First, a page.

How To Overcome Trust Issues
Let’s start this on the right track.
Overcoming trust issues is not easy nor is it a quick action to complete. It is a process that takes time, has highs and lows, and requires actions aimed to foster a space of trust.
Today, give yourself space to consider your rating of trust in the relationship. From 0 to 10, 10 being the highest. What rating number would you give your relationship when it comes to trust?
Write down your number.
Now, think about why. What took place to cause trust in your relationship to go from a high to a lower number?
How To Trust Someone Again
If your goal is to trust your partner again, please know that this is a process strongly connected to you.
Your partner can do a million actions that show trust. That demonstrates safety and security. Yet, none can shift your viewpoint.
You alone hold the key to receiving the actions your partner is doing and making an internal agreement to trust once more. To lower your walls. To remove resentment. To once again let them in.
I want you to think about trust as an empty container. To fill the container, the couple must engage in specific practices that develop and sustain trust. Please be mindful that filling the container is consistent action. It is not a one-and-done process. For a supportive podcast episode on trust, click here.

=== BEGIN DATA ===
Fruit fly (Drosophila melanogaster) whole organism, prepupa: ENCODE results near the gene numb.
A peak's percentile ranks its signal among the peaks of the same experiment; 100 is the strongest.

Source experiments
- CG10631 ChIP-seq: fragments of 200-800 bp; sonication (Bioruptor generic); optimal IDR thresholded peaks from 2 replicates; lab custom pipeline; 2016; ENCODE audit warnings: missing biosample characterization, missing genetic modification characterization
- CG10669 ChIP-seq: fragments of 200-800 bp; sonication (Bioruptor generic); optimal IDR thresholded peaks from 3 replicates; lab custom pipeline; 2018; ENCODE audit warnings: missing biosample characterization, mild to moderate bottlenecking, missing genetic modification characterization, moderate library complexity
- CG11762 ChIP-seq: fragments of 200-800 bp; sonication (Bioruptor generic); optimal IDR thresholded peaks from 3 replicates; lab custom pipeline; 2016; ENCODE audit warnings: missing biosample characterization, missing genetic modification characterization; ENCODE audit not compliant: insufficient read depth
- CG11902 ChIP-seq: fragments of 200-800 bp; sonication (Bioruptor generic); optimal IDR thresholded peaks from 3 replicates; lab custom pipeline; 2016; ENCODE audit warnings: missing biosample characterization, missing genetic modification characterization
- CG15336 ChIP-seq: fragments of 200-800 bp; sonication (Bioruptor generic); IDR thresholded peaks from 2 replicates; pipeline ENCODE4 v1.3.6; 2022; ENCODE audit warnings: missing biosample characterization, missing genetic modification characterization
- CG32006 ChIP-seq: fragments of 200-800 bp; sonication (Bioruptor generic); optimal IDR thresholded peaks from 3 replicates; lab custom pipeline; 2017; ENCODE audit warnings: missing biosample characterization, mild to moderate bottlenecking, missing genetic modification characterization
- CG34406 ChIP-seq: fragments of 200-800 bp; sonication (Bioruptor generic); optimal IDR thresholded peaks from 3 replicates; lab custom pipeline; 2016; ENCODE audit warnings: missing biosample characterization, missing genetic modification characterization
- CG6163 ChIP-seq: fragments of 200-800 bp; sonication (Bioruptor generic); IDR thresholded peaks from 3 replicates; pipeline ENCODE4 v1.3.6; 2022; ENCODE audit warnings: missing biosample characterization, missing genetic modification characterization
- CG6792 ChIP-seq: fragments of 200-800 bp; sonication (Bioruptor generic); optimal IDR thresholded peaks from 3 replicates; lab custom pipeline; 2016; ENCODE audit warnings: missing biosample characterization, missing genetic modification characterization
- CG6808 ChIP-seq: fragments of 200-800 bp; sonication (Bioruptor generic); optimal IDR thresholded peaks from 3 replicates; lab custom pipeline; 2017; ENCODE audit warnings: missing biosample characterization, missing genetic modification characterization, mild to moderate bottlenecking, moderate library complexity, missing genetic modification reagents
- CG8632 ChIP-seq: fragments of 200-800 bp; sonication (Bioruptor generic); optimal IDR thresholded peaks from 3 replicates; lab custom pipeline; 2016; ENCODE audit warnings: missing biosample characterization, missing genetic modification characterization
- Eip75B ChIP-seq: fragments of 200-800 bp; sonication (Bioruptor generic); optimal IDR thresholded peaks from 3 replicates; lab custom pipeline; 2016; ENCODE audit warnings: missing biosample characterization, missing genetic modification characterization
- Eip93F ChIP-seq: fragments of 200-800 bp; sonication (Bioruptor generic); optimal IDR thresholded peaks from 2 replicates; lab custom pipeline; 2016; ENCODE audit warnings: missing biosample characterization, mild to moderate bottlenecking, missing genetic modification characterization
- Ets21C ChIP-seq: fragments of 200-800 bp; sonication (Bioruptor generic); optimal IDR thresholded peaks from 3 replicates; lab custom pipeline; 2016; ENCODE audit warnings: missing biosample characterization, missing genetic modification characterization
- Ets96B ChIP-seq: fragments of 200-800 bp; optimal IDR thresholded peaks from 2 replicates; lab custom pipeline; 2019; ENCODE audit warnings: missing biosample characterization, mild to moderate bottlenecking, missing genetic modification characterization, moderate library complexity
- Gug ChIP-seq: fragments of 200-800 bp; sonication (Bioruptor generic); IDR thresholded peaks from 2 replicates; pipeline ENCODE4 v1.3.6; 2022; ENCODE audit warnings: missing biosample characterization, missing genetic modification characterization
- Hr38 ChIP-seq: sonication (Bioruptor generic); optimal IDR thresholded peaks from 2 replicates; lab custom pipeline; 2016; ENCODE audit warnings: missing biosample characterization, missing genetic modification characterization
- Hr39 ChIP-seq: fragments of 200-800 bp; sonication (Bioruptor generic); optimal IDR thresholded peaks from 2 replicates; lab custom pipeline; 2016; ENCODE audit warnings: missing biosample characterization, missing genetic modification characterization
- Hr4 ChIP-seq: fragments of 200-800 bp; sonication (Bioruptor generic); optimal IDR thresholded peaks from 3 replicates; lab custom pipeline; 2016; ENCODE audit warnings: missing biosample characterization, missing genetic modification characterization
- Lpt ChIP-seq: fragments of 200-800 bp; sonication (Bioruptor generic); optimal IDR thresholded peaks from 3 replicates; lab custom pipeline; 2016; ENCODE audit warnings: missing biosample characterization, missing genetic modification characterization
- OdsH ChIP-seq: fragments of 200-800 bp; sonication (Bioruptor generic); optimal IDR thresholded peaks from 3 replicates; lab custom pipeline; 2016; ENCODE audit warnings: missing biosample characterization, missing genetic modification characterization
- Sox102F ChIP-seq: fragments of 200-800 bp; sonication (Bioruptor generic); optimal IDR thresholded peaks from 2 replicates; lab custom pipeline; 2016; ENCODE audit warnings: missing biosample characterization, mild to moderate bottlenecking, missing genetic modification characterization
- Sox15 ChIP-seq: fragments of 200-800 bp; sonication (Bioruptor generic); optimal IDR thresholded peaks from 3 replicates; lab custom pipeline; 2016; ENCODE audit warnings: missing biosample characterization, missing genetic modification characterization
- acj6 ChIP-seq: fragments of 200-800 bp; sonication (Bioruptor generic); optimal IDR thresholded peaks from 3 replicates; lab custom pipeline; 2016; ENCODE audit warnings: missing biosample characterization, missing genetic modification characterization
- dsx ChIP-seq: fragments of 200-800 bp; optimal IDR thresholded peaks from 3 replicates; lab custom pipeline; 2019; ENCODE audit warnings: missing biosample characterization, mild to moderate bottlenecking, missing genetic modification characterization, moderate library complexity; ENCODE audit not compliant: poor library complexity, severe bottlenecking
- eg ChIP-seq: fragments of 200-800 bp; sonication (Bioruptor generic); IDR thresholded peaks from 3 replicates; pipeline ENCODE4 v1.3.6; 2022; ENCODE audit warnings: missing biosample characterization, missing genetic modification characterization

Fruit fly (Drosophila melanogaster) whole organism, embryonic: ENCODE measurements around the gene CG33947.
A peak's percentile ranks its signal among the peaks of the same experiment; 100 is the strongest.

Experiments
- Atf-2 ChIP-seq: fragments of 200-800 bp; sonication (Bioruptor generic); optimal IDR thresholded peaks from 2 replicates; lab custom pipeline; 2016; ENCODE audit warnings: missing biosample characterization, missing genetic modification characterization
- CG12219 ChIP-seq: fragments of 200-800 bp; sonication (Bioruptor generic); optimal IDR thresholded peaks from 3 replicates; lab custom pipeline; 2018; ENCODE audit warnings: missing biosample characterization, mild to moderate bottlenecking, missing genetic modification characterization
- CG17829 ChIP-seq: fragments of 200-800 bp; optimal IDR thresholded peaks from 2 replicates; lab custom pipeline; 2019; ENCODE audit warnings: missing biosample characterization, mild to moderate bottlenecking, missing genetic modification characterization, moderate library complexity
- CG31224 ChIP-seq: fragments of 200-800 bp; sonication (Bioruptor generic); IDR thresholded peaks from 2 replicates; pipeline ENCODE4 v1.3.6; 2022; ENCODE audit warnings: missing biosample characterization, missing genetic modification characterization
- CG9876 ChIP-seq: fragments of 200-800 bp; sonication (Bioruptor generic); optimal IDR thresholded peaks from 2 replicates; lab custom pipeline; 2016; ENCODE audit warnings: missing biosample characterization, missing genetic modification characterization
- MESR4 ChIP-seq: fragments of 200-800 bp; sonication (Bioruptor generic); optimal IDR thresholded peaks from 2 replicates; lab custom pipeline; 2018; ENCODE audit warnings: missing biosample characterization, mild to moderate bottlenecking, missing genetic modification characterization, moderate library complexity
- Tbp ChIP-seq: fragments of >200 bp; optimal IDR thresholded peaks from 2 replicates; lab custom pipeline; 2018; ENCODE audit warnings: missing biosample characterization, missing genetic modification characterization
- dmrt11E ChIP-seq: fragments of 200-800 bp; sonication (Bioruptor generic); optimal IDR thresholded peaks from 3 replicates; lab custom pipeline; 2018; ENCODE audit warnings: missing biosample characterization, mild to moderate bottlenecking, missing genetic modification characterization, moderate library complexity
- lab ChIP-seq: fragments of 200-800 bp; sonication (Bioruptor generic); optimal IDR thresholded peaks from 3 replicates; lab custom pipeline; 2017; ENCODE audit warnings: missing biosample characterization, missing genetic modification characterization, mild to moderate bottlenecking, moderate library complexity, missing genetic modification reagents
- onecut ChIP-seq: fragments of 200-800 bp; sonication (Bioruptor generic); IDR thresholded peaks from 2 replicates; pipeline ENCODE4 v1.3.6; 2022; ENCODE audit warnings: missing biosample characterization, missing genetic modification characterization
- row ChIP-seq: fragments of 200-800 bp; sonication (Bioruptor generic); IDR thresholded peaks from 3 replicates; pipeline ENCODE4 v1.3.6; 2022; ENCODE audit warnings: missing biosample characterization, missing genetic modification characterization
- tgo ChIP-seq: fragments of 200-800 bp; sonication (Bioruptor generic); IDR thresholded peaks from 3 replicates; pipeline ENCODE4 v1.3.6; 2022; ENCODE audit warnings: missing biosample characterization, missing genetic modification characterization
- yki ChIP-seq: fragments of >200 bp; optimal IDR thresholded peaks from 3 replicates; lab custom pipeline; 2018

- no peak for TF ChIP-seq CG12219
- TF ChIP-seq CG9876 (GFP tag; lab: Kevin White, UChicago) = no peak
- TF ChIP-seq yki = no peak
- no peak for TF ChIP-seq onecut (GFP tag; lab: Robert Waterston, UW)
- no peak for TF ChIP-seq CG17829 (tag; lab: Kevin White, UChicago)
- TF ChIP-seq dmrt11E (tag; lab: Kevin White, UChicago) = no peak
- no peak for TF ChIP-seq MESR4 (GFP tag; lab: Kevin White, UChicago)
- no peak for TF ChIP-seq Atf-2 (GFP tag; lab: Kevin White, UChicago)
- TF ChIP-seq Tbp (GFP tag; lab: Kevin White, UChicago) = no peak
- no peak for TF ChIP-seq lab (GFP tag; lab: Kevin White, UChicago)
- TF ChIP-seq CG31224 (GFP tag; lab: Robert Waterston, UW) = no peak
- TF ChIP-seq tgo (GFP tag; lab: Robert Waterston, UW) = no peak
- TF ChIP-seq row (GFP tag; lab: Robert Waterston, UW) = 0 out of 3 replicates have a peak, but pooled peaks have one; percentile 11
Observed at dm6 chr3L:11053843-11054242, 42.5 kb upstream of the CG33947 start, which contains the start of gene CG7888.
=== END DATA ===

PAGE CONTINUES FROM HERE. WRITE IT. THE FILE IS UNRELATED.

Take a moment and reflect on the early stages of your relationship. Go back to when things were great. When you felt connected with your partner.
Now that you are thinking about that time in the relationship, write down what was happening that made you feel that way. Below are questions to explore:
- What is my definition of trust?
- What words make me feel secure?
- What actions make me feel secure?
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How To Earn Trust Back
Earning trust back is very similar to training for a marathon. Typically, not a process that you do in one week. It’s also not a process that you can train one day for and expect to place in the top 10.
Accepting the following can truly help with creating growth in earning trust back:
- Set realistic expectations.
- Give the processing time.
- Do not rusk the process or your partner.
- Validate your feelings.
- Validate your partner’s feelings.
- Be mindful that setbacks are part of the process.
To earn trust back in your relationship, it is vital that you focus on what you are doing that demonstrates the earning component. Demonstrating that you want to earn trust back includes actions. Daily actions are verbal and non-verbal that you are engaging in. Please be mindful that this is a process you do for yourself versus making a “change to earn trust from your partner”.
The key is to earn trust because you are a person of character, integrity, and discipline. When you are able to work on yourself, the change process in life becomes just a bit easier. In addition, your partner will see that you are earning trust because you are a person that holds importance in trust.